By the 1920s, Berlin had become a cosmopolitan metropolis. In 1927, the German communist Willi Münzenberg took actively part in the ‘First Congress against Colonial Repression and Imperialism’, followed in 1930 by the ‘International Conference of Negro Workers’ in Hamburg. In Berlin, a new underground station in the south west of the city was named Onkel Toms Hütte / Uncle Tom’s Cabin in 1929 in reference to Harriet Beecher Stowe’s novel of 1852. The station provided the modernist housing estate of the same name with access to the city-centre.
However, by the 1930s Germany’s history caught up with some of the children of those who had remained in the country. Martha Ndumbe, daughter of Duala Jacob Njo Ndumbe, died in Ravensbrück concentration camp on 5 February 1944. Josefa van der Want, a Black German dancer and daughter of Josef Bohinge Boholle, died in 1955 ‘from the late effects of the imprisonment in a concentration camp’. Meanwhile, Josephine Baker, the celebrated star of 1920s Berlin, joined the French Resistance against the German occupiers during the Second World War and earned the Croix de guerre and the Rosette de la Résistance.
After the Second World War, with the occupation and division of Germany a new, at times no less challenging chapter for Black History in the country started. Today, about 1 Million Afro-Germans or Black Germans are resident in Germany, predominantly in large cities, including Berlin.
A Flâneur on campus
The original understanding of a ‘flâneur’ was an upperclass 19th century Parisian man who sought to wander the streets of Haussmann’s new Paris relishing in its rhythms.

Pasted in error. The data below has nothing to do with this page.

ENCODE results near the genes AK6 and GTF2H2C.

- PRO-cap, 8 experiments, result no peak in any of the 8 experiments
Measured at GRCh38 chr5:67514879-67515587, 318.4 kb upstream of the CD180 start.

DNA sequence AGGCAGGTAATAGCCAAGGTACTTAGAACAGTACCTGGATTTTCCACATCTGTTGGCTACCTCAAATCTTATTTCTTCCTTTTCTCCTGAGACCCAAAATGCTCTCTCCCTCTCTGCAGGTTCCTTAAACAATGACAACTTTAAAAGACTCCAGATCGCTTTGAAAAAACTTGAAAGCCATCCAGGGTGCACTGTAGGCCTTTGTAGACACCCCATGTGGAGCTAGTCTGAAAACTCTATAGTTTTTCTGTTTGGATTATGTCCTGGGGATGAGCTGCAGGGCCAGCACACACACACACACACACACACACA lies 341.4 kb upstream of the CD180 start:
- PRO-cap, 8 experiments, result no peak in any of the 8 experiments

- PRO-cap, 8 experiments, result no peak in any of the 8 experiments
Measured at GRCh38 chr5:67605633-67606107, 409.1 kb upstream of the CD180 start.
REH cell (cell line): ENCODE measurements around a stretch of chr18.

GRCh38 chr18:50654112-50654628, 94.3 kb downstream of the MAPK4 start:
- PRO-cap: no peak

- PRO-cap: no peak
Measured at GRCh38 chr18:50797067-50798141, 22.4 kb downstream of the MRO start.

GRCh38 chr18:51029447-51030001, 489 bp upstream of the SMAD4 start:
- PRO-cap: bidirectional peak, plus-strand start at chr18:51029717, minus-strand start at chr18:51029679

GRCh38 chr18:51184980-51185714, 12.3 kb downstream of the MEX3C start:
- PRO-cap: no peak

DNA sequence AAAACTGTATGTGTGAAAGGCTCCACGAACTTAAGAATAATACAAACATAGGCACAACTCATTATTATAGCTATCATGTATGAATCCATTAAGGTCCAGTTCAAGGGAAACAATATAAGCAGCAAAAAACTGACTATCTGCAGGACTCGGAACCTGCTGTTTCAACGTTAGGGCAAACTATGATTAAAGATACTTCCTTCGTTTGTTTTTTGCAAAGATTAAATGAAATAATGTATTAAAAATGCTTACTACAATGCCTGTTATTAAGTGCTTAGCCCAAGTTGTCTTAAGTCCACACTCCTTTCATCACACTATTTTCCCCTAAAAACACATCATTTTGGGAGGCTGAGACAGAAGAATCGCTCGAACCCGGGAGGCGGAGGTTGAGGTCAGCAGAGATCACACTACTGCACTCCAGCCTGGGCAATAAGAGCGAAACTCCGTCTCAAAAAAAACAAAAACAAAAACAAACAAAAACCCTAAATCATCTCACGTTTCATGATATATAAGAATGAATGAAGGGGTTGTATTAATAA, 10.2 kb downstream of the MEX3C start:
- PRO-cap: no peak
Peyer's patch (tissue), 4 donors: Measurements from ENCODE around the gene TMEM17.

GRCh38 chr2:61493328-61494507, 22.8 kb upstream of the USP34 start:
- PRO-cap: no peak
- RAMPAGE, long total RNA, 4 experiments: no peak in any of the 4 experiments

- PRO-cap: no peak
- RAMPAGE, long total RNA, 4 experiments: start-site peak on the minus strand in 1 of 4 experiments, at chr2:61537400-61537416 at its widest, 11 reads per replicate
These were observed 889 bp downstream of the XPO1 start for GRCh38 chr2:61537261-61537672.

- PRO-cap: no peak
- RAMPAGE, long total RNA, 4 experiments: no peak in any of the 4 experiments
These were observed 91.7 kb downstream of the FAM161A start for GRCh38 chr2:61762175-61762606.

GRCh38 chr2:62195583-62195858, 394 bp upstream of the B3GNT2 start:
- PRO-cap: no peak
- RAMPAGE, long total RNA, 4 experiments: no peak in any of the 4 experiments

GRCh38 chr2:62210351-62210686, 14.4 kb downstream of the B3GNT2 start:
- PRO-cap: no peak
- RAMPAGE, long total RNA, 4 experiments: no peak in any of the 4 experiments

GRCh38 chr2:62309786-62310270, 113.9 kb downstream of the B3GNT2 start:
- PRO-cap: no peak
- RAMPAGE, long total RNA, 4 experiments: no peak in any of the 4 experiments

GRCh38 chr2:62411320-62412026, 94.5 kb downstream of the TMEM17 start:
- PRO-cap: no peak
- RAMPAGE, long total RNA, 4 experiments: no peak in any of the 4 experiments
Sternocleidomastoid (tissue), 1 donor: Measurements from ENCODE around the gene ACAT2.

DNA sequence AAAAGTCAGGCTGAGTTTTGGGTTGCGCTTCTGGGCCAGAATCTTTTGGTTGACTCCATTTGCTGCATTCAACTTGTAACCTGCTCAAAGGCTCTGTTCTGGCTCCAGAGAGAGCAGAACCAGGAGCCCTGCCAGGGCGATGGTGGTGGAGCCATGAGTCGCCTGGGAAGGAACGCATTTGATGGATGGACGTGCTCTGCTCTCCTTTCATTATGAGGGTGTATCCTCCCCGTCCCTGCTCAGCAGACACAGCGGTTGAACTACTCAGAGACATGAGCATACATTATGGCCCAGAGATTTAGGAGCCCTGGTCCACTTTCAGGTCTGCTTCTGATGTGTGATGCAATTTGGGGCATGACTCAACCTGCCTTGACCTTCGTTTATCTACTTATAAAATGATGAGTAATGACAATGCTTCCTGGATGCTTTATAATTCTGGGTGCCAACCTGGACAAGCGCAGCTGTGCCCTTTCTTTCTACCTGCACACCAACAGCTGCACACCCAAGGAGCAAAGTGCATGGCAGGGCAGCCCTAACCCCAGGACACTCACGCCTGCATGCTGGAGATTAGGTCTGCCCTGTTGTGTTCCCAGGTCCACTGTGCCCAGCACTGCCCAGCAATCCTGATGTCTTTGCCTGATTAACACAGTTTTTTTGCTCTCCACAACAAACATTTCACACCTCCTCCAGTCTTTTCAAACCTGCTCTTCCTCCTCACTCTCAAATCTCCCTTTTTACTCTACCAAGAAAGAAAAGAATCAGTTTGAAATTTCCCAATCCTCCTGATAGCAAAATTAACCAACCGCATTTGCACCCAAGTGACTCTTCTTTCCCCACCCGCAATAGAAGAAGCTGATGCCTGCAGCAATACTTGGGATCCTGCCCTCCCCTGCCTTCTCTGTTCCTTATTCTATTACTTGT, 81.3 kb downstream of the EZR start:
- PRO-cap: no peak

Being a 17 year old work experience student I am neither male, upperclass or even Parisian, but that doesn’t mean I can’t still relish. As, to my understanding, to ‘flâneur’ (or should that be flânerie? Or fleurinate?) is to people watch, basically. Earwig. Good old fashioned ‘nosy parkering’.
I’m here visiting Exeter University French Department for the week. I had never been to this university before, didn’t know the history, didn’t know the geography, didn’t know anybody. Or anything. I was clueless. A nosey country girl in the city.
But, boy did I learn! In one lecture I was taught about Francois Mauriac’s novel Thérèse Desqueroux which follows the smothering married life of a woman in the 1920s. A wife trapped by the bars of rain, bars of pine and bars of stubborn traditional etiquette.
In many ways, for this week, I was that wife. Similarly grappling with the bars of stubborn university etiquette. I, the visitor. The newcomer.
The complex language of student etiquette is more foreign to me than the degree level french in which I was to be taught.
For example, I’ve never seen so many gender neutral toilets, and let alone use one! And what is this place Timepiece everyone was talking about…?
My first lecture ‘experience’ was by Fiona Cox. I learnt about the way in which Patrick Modiano is haunted by the spectral atmosphere of Paris in his novel Dora Bruder. This biography is an enigmatic blend of the past and the present, a confrontation of trauma – defined by two isolated concepts; one related to place, the other, observation. Nobel laureate, Modiano suggests that some places, some streets are imbued with the legacy of those who had been there before. In his words, “On se dit qu’au moins les lieux gardent une légère empreinte des personnes qui les ont
These words resonate most on analysing the ‘Reflected Vision’ art installation on the Streatham campus. It’s a multidimensional sculpture that reflects the rich multicultural past, and present of Exeter University.
Which got me thinking about its future. It’s a profound notion that no matter how transient a student’s life may be at Exeter, somehow somewhere, someplace, they leave a legacy or even just merely a mark. A shadow of themselves here.